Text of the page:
United States v. Turner - 52 U.S. 663 (1850)
U.S. Supreme Court
United States v. Turner, 52 U.S. 11 How. 663 663 (1850)
United States v. Turner
52 U.S. (11 How.) 663
The decision of this Court in the case of the United States v. King and Coxe, 3 How. 773, and 48 U. S. 7 How. 833, again affirmed, viz., that the contract between the Baron de Carondelet and the Marquis de Maison Rouge conveyed no interest in the land to Maison Rouge, but was merely intended to mark out by certain and definite boundaries the limits of the establishment which he was authorized to form.
The contract must be judged of according to the laws of Spain, but under those laws, whenever there was an intention to grant private property, words were always used which severed the property from the public domain.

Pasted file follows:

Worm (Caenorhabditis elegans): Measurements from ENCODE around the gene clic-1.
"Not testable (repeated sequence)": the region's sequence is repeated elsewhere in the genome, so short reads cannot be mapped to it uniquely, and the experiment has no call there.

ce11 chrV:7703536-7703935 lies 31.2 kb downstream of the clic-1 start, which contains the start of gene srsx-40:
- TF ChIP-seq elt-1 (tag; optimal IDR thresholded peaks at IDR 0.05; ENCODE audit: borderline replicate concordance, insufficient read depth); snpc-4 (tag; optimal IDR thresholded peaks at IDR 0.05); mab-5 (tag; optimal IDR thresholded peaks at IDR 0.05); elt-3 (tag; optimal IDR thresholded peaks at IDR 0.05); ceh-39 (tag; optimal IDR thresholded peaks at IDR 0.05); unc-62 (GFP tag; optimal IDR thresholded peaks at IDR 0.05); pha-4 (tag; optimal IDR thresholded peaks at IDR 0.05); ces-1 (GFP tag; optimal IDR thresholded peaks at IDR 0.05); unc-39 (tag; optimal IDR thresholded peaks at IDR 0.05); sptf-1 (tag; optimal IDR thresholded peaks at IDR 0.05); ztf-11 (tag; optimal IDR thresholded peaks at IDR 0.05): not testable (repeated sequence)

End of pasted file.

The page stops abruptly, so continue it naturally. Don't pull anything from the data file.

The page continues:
The absence in this case of the royal order of 1795, and of all testimony respecting the genuineness of the certificate of survey by Trudeau makes no difference in the decision of the Court. The construction of the grant was the main point of that case, and is also of this.
Whether or not the instrument was a perfect and complete grant by the laws of Spain was a question for the court and not for the jury.
The case of the United States v. King and Coxe explained.
This was a petition filed in the district court by the appellees, who claimed a tract of land under the Maison Rouge grant.
The district court decided in favor of the petitioners, and the United States appealed to this Court.